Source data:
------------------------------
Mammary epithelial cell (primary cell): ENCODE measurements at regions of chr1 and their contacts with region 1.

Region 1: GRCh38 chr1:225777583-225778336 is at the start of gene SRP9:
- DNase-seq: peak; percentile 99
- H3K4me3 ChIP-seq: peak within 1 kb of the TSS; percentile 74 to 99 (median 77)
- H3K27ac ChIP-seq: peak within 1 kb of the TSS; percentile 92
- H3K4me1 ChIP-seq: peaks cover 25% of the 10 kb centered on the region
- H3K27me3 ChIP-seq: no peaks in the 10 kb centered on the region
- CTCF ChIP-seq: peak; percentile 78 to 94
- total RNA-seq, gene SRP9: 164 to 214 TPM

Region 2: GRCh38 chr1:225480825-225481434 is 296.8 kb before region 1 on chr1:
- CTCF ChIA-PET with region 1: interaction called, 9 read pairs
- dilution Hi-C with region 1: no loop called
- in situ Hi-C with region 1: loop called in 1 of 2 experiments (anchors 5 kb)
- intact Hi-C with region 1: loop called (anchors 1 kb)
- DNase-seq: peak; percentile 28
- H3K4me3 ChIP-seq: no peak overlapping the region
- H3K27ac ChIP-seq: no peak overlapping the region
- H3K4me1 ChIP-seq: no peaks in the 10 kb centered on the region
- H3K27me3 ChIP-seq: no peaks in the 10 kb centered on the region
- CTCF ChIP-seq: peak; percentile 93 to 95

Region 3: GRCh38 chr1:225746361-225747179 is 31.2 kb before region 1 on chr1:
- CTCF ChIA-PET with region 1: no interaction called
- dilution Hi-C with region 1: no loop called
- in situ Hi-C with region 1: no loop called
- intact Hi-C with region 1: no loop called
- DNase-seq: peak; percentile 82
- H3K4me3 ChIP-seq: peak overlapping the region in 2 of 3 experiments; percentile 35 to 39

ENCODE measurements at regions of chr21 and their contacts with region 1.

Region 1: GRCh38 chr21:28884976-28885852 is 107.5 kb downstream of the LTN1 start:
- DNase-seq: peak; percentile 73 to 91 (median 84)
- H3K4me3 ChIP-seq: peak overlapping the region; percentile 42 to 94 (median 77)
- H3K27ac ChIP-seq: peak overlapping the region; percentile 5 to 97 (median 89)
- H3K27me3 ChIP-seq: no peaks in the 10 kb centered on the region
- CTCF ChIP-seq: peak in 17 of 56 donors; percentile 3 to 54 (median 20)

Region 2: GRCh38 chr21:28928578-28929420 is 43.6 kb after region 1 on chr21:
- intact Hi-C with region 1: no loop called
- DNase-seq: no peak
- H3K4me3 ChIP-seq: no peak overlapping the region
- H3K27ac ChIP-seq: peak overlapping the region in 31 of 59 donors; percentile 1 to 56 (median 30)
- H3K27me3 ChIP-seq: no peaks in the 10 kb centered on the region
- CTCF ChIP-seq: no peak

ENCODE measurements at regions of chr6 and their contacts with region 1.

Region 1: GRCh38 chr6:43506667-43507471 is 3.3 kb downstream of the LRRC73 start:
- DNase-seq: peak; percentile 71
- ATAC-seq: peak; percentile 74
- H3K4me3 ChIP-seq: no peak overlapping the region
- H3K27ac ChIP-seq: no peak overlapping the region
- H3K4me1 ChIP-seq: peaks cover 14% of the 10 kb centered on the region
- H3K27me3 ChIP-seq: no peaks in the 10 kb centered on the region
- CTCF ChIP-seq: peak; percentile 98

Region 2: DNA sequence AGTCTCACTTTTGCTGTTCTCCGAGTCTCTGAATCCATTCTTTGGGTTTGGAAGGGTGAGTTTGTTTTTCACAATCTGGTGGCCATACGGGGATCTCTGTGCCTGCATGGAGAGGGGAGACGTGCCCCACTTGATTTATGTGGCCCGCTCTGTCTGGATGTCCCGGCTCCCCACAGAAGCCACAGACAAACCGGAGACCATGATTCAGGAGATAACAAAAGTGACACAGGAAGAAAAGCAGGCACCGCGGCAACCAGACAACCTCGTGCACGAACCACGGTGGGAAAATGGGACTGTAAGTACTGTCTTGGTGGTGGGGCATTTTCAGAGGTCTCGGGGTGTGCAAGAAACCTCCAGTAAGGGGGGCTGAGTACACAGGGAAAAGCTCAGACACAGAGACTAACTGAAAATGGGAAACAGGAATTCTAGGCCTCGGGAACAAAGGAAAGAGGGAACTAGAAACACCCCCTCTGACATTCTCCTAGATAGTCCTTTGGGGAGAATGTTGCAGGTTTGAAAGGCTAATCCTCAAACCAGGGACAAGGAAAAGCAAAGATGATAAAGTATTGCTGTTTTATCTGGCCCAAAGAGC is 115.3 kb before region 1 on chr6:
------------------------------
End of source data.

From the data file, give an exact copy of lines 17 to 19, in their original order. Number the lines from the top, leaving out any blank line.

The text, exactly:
- H3K27ac ChIP-seq: no peak overlapping the region
- H3K4me1 ChIP-seq: no peaks in the 10 kb centered on the region
- H3K27me3 ChIP-seq: no peaks in the 10 kb centered on the region